for insurance purpose, as upper right 6 in Palmer is tooth number 3 in Universal tooth numbering system.
Several potential problems can arise in case of not following correct tooth notation especially during referral cases. In the current study 48.4% identified wrong tooth extraction, followed by difficulty in communication, as consequence of not following the correct tooth coding system. Saksena et al reported five complains of wrong tooth extraction within the dental hospital of Manchester, in spite of having a checklist to follow.25 Research conducted by Janice et al, and Lee et al also stated that presence of several notation system can lead to dental misconduct.26,27
Likewise the disparity in maintaining dental records between different Dental departments within a hospital due to practice of different numbering system will have undesirable consequences as these dental records plays crucial role in serving as medicolegal reports and as forensic evidence.
Lastly one of the major prerequisites of clinical audit is maintain uniformity in dental records keeping. Currently there is a lack of studies related to tooth numbering
system followed by the different institutes worldwide. In Pakistan as well not much data is available. Hence there’s a need for more researches to be conducted in this regards.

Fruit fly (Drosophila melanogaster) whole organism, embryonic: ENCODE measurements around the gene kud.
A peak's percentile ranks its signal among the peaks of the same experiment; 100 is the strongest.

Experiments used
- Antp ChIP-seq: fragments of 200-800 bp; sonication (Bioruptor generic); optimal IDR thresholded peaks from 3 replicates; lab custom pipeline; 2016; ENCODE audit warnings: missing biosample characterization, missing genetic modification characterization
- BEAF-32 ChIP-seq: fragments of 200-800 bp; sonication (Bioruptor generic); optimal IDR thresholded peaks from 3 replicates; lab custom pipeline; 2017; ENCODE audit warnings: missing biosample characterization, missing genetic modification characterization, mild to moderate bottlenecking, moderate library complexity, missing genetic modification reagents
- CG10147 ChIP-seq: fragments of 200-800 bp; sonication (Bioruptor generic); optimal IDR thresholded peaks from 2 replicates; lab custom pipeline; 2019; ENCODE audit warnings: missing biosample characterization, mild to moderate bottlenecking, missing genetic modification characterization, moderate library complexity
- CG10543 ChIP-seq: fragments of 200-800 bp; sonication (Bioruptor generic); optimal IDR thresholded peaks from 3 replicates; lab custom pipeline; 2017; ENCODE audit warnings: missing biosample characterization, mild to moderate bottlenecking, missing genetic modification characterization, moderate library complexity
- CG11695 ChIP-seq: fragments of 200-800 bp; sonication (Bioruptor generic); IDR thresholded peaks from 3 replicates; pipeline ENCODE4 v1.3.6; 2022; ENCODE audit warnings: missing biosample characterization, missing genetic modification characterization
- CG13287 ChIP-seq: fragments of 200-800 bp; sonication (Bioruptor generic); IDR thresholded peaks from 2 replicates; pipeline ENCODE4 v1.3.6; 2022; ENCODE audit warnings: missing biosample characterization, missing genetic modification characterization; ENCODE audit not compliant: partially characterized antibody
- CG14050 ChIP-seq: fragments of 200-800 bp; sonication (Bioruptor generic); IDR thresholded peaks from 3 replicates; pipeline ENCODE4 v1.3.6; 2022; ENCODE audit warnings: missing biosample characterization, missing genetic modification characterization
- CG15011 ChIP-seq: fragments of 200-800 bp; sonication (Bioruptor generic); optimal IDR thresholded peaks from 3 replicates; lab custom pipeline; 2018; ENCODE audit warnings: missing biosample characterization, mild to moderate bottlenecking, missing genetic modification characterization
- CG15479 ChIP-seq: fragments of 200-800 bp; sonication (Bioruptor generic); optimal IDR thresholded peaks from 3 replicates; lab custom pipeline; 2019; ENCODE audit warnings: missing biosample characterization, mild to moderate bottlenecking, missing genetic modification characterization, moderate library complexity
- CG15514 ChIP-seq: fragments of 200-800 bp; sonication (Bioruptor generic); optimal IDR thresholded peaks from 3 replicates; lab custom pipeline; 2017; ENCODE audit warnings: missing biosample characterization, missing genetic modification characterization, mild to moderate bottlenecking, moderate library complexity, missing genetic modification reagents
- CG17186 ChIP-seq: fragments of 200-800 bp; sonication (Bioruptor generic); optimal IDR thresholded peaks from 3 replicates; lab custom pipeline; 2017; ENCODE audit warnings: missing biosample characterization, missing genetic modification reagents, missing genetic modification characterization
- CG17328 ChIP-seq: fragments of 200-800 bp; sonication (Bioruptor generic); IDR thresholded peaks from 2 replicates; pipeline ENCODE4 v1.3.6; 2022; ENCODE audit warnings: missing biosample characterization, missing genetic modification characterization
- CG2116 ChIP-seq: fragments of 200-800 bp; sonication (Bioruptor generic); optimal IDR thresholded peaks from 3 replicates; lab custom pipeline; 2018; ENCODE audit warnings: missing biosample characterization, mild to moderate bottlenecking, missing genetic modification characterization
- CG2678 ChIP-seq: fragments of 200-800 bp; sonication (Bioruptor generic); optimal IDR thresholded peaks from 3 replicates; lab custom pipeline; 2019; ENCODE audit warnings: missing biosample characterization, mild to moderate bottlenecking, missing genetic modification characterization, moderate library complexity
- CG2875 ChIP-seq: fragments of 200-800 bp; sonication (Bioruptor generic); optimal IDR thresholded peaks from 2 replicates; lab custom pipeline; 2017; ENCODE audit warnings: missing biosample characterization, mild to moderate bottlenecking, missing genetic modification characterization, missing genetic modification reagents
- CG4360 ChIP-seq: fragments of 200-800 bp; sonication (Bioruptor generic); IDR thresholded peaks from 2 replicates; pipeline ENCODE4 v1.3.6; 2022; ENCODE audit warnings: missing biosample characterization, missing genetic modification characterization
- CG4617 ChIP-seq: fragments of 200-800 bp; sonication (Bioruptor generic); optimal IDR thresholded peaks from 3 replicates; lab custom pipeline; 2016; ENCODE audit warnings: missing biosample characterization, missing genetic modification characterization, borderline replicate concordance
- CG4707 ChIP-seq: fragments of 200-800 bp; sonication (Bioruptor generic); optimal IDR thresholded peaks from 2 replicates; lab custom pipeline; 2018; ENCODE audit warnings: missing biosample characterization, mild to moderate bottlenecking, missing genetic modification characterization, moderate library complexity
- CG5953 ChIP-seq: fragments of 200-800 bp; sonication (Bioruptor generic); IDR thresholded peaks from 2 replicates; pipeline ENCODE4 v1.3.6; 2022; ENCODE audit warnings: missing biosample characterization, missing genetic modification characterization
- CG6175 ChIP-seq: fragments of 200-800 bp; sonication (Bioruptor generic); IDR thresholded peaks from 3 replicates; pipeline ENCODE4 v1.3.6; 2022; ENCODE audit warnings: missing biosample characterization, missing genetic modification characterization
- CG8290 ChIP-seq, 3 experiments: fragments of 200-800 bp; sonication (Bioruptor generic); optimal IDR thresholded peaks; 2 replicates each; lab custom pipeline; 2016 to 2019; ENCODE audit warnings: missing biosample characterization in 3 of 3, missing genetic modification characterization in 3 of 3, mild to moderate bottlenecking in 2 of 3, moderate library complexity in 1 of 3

This investigation clearly demonstrates that different methods of tooth numbers will be used by the dental professionals. Realistic approach is to make sure that dental professionals have sufficient knowledge regarding the most commonly used numbering systems and are responsive towards the pitfalls in each system. Additionally knowledge of the undergraduates can be improved by adding this component in the curriculum of operative dentistry. Workshops can be organised to improve the level of learning.


This research identifies the needs for multi-centre research to be conducted that will provide data from the greater sample size.


None declared


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  1. Lecturer, Department of Oral Biology, Bahria University Medical and Dental College.
  2. Assistant Professor, Department of Oral Biology, Bahria University Medical and Dental College.
  3. Assistant Professor, Dental Materials, Jinnah Sindh Medical University.
  4. MDS Resident, Division of Prosthodontics, Department of Dental Materials, Dr. Ishrat ul Ebad Khan Institute of Oral Health Sciences DUHS.
  5. Researcher & Consultant Statistician, Department of Bahria University College of Physical Therapy (BUCPT).
  6. BDS student, Department of Oral Biology, Bahria University Medical and Dental College.
    Corresponding author: “Dr. Beenish Fatima Alam” < >